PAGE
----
I like to think that I learned to read as a kid by routinely thumbing through baseball cards and scanning their backs—the stats, the card numbers, and more. (In reality, this is probably far from the truth, but again, it would have made for a nice story given where I am today.)
Anyway, I’ve been reading baseball cards since a very young age, but I also realize that many others are just getting into card collecting, and would love to know more about the best way to read and interpret everything on a card, front and back.
And while some of it might just be for general knowledge’s sake, reading a baseball card correctly is a key piece to properly identifying important bits of information that should help when researching and attempting to value your cards.
Reading the Front of the Card
When reading cards, the most useful info will be found on the back of the card, but there are some key pieces of information you can glean from the front. This includes player name, team name, player position, and baseball card brand.
Using the example above, reading the front of this specific baseball card tells us:
- Player Name: Rafael Devers
- Team Name: Boston Red Sox
- Player Position: 3rd Base
- Card Brand: Topps
From this card, we can also see the “RC” shield which designates this card as a rookie card, and the 35th-anniversary stamp, which is unique to this specific Topps release.
But even from the above, there are still some key pieces of information missing.
Reading the Back of the Card
As the above shows, you can get some key card info from the front. However, without reading the back, you probably wouldn’t be able to properly research and value the card.
So, flipping the card over, this is what we see:
A couple of things jump out. One, there is a lot more information back here, right? But two, you probably see the “/299” card number near the top. That is called a serial number, and tells us how many of this specific card have been printed. In this case, this card is the black variation, of which 299 have been printed.
Not all cards have serial numbers, but those that do will generally carry a premium, especially the lower the number they are. For instance, it’s reasonable to assume that a card /25 is going to carry more value than one /299.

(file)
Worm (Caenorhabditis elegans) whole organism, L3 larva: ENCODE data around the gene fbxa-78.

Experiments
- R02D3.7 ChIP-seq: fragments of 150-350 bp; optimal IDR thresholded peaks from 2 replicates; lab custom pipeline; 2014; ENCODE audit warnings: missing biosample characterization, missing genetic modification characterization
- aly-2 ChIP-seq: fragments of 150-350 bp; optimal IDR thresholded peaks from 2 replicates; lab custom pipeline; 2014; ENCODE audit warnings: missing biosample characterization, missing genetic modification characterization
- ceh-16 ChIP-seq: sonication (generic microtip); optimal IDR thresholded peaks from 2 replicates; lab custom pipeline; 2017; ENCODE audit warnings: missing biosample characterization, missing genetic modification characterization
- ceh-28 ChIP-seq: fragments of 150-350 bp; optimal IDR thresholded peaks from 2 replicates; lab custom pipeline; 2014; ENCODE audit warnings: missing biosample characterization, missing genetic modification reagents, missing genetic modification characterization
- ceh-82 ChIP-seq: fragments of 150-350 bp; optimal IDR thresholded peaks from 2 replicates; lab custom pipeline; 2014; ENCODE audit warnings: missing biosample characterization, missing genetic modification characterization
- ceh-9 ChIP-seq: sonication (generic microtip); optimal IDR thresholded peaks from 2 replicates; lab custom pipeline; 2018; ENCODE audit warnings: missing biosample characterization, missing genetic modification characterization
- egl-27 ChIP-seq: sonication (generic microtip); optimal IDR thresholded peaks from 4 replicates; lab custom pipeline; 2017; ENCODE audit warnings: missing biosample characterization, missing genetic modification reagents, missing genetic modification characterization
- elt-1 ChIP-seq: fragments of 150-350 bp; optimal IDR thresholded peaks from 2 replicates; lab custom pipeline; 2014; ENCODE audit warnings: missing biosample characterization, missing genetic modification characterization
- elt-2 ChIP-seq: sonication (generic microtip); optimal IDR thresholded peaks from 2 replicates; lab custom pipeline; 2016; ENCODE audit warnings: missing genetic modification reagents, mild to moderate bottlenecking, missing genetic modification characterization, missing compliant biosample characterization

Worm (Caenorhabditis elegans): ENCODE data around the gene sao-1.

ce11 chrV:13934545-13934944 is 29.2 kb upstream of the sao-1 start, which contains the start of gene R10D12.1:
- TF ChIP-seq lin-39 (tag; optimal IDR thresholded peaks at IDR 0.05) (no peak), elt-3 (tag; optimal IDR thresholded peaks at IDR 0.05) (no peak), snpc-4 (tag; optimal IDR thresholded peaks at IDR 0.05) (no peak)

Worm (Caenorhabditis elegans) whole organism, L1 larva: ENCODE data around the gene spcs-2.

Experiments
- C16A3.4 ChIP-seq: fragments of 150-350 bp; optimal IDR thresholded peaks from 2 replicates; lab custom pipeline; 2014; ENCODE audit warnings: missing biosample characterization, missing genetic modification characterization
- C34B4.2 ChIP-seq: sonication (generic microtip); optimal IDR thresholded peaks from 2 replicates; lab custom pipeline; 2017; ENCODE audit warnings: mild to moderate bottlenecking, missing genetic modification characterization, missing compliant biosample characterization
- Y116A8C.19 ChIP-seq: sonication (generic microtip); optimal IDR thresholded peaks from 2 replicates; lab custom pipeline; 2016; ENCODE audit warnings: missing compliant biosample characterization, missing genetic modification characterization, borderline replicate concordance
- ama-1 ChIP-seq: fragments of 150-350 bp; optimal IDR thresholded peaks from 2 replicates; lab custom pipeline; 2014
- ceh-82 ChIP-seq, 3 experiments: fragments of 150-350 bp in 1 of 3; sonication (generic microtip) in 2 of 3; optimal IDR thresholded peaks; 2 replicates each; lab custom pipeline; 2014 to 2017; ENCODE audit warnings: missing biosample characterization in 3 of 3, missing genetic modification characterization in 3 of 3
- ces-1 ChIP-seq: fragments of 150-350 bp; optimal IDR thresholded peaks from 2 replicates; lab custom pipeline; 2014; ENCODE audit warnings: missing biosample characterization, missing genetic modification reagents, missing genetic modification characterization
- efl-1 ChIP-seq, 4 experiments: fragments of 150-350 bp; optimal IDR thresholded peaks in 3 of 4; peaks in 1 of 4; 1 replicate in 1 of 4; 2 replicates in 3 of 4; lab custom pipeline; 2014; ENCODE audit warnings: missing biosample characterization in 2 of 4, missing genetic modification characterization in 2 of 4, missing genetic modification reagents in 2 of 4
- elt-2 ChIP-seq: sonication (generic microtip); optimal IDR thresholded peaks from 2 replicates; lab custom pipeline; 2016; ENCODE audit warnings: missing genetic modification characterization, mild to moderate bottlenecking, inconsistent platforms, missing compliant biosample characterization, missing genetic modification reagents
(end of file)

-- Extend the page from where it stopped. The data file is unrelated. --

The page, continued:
In addition to the serial number, you’ll see a lot of the same information we pulled from the front of the card—player name, team name, etc. But you’ll also see the player’s bio, fun facts, and more.
The bulk of the card information in the center is the player’s stats, and can be read from left to right according to the table headers located above each column. So, starting on the left, the “year” refers to that player’s season, “club” is the team they played on that year, followed by all of their statistics as you move to the right.
Also keep this in mind—the more years of professional stats you see, the more likely the card is one from a player’s later years. Meaning, if you see a card with only one year of stats, you could be holding a rookie year issue card, as opposed to something with 10 seasons of information.
When trying to research a card, a big clue is the actual card number. Why? Because sets can have hundreds of cards, which means a single player might have multiple cards in a single set, which includes different subsets like league leaders or variations, and more.
Most card numbers will be near the top of the card, and usually in the left or right corner. And for most base sets of cards, the number is going to be a straightforward whole number like 50, 402, 337, etc.
In this example, we see the card number as “83-19” and that’s because it’s part of the 1983 insert set within 2018 Topps. So, “83” is a number to identify the set. This number could have been anything Topps wanted, like 83T, 1983, etc. This number will be present on every single card in the set.
In terms of a unique identifier, the “19” of 83-19 is the one that tells us, according to the set’s checklist, which card this is. So, if you look at the 1983 Topps checklist, you’ll see card number 19 of the 1983 set is in fact Rafael Devers.
Card Set & Year
To figure out the card set and year by reading a card, you have a few options. One, look to the bottom of the card to find a paragraph of info. On the Devers example, you’ll see the following:
“2018 THE TOPPS COMPANY…”
From this, we can this is a 2018 card, and from Topps. With that said, this year isn’t always 100% accurate, but it’s reliable much of the time. Also, while we know this card is from Topps, Topps also puts out a number of different sets. So, in addition to this flagship set in the example, there is Topps Finest, the Bowman Products, and more, and you might not be able to pick that up from this information.
One last note on card year—going back to the stats section, if you
Now, in addition to the above, while it’s close to impossible for everything you might encounter on the back of a card, here are some things to look out for.
Refractors and Prizms
Your eye might be trained to the point of being able to tell a silver prizm from a base card by just seeing the front of the card. However, if you know how to read a card, you can be certain one way or another.
We won’t spend a ton of time here, as this post has all of the details, but as a quick info bit when reading cards, check the back for printed words of “prizm.” This will be the all caps, bolded, italicized, and more or less standing on its own—and not the Prizm brand name that’s in the card set info printed in the sentence or paragraph on the bottom of the card.
Here is an example, where you see the “PRIZM” in the lower right of the card.
The same goes for refractors (and here you go if you don’t know the difference between prizms, holos, and refractors). The only difference is “refractor” is usually printed near the actual card number.